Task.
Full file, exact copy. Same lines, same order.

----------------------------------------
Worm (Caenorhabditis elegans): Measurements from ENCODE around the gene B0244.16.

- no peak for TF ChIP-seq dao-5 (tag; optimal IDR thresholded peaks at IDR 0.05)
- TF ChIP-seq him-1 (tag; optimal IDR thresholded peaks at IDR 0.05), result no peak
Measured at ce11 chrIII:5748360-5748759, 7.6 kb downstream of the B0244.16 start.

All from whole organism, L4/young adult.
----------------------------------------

Worm (Caenorhabditis elegans): Measurements from ENCODE around the gene B0244.16.

- no peak for TF ChIP-seq dao-5 (tag; optimal IDR thresholded peaks at IDR 0.05)
- TF ChIP-seq him-1 (tag; optimal IDR thresholded peaks at IDR 0.05), result no peak
Measured at ce11 chrIII:5748360-5748759, 7.6 kb downstream of the B0244.16 start.

All from whole organism, L4/young adult.